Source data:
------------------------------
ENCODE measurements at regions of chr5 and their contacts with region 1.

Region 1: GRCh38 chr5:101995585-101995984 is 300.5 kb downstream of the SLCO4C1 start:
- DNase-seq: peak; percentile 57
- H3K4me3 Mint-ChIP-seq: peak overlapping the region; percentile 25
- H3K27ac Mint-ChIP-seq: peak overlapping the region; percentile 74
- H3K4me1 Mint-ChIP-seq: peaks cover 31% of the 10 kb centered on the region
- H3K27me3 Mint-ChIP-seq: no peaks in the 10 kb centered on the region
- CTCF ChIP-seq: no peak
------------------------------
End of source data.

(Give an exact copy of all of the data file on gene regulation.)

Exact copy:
ENCODE measurements at regions of chr5 and their contacts with region 1.

Region 1: GRCh38 chr5:101995585-101995984 is 300.5 kb downstream of the SLCO4C1 start:
- DNase-seq: peak; percentile 57
- H3K4me3 Mint-ChIP-seq: peak overlapping the region; percentile 25
- H3K27ac Mint-ChIP-seq: peak overlapping the region; percentile 74
- H3K4me1 Mint-ChIP-seq: peaks cover 31% of the 10 kb centered on the region
- H3K27me3 Mint-ChIP-seq: no peaks in the 10 kb centered on the region
- CTCF ChIP-seq: no peak